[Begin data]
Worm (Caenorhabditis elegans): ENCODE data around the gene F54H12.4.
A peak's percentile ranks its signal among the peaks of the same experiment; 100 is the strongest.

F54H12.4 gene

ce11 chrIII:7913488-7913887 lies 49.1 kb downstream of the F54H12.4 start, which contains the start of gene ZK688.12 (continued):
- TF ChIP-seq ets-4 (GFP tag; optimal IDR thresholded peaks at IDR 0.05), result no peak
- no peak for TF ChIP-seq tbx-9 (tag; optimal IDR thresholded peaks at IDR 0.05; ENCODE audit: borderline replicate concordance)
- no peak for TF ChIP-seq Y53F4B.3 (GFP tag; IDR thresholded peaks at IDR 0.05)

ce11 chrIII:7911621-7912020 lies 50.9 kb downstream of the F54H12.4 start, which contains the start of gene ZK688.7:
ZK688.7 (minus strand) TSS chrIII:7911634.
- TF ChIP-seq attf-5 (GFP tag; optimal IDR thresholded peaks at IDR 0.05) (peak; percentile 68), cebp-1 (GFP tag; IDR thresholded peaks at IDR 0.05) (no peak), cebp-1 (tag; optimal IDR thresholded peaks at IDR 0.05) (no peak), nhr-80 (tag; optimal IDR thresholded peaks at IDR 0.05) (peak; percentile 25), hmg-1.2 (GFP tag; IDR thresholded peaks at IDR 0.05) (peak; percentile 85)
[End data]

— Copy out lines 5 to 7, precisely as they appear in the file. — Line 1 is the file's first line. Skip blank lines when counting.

- TF ChIP-seq ets-4 (GFP tag; optimal IDR thresholded peaks at IDR 0.05), result no peak
- no peak for TF ChIP-seq tbx-9 (tag; optimal IDR thresholded peaks at IDR 0.05; ENCODE audit: borderline replicate concordance)
- no peak for TF ChIP-seq Y53F4B.3 (GFP tag; IDR thresholded peaks at IDR 0.05)